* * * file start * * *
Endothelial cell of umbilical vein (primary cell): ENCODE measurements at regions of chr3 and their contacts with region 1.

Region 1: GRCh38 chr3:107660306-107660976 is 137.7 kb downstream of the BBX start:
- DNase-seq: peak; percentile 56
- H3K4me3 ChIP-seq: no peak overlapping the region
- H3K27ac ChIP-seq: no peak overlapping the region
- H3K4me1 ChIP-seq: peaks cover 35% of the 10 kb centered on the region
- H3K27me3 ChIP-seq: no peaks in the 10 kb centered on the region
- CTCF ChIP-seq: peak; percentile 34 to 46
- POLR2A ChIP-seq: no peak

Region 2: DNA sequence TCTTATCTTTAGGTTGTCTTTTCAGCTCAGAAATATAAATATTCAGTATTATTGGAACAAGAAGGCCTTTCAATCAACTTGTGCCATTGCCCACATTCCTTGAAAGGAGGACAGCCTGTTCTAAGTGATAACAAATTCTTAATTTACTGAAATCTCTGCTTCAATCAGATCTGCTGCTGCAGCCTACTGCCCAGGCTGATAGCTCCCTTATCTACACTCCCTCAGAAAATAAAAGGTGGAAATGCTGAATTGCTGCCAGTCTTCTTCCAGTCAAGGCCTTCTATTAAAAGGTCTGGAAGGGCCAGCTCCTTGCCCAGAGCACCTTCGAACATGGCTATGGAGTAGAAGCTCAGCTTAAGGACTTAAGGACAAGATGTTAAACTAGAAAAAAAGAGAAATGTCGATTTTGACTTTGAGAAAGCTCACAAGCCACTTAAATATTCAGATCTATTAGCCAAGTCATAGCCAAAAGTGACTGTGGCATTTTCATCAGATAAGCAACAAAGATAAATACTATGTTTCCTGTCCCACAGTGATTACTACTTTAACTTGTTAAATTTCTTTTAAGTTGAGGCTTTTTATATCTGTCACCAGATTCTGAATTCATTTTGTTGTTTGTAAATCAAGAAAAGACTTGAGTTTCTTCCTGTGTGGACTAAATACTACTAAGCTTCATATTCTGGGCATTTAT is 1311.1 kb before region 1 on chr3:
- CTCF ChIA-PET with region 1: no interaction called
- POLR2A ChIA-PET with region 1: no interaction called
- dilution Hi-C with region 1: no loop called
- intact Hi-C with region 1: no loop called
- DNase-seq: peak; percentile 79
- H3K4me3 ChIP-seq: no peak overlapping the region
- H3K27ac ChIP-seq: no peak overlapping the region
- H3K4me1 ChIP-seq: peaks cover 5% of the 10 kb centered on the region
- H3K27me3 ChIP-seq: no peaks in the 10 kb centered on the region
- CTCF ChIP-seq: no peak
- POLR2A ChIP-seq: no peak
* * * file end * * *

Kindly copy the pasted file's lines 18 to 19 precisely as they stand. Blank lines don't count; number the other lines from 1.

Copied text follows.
- H3K4me1 ChIP-seq: peaks cover 5% of the 10 kb centered on the region
- H3K27me3 ChIP-seq: no peaks in the 10 kb centered on the region